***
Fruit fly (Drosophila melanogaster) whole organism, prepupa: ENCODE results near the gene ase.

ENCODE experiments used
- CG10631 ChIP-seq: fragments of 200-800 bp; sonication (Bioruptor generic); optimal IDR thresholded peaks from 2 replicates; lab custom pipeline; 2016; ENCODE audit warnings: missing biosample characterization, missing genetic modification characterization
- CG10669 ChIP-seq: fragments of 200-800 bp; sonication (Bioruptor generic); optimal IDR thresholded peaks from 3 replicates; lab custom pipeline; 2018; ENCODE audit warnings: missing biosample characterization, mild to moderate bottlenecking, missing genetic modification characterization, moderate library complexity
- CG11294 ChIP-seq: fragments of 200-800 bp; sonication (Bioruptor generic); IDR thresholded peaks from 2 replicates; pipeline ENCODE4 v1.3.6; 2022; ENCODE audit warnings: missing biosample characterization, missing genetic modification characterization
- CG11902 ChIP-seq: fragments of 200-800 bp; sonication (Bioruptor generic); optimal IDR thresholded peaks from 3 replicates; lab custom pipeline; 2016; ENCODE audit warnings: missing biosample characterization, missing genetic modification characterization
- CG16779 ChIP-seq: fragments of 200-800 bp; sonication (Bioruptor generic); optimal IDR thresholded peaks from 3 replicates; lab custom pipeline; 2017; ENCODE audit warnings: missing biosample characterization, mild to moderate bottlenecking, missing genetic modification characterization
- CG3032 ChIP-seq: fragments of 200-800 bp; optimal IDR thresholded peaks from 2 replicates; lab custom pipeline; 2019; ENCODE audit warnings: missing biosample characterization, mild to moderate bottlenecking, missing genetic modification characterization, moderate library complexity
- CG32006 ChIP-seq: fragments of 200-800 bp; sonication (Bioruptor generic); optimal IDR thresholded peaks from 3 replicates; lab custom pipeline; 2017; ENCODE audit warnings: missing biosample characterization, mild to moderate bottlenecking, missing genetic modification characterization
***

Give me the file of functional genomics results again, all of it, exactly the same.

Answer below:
Fruit fly (Drosophila melanogaster) whole organism, prepupa: ENCODE results near the gene ase.

ENCODE experiments used
- CG10631 ChIP-seq: fragments of 200-800 bp; sonication (Bioruptor generic); optimal IDR thresholded peaks from 2 replicates; lab custom pipeline; 2016; ENCODE audit warnings: missing biosample characterization, missing genetic modification characterization
- CG10669 ChIP-seq: fragments of 200-800 bp; sonication (Bioruptor generic); optimal IDR thresholded peaks from 3 replicates; lab custom pipeline; 2018; ENCODE audit warnings: missing biosample characterization, mild to moderate bottlenecking, missing genetic modification characterization, moderate library complexity
- CG11294 ChIP-seq: fragments of 200-800 bp; sonication (Bioruptor generic); IDR thresholded peaks from 2 replicates; pipeline ENCODE4 v1.3.6; 2022; ENCODE audit warnings: missing biosample characterization, missing genetic modification characterization
- CG11902 ChIP-seq: fragments of 200-800 bp; sonication (Bioruptor generic); optimal IDR thresholded peaks from 3 replicates; lab custom pipeline; 2016; ENCODE audit warnings: missing biosample characterization, missing genetic modification characterization
- CG16779 ChIP-seq: fragments of 200-800 bp; sonication (Bioruptor generic); optimal IDR thresholded peaks from 3 replicates; lab custom pipeline; 2017; ENCODE audit warnings: missing biosample characterization, mild to moderate bottlenecking, missing genetic modification characterization
- CG3032 ChIP-seq: fragments of 200-800 bp; optimal IDR thresholded peaks from 2 replicates; lab custom pipeline; 2019; ENCODE audit warnings: missing biosample characterization, mild to moderate bottlenecking, missing genetic modification characterization, moderate library complexity
- CG32006 ChIP-seq: fragments of 200-800 bp; sonication (Bioruptor generic); optimal IDR thresholded peaks from 3 replicates; lab custom pipeline; 2017; ENCODE audit warnings: missing biosample characterization, mild to moderate bottlenecking, missing genetic modification characterization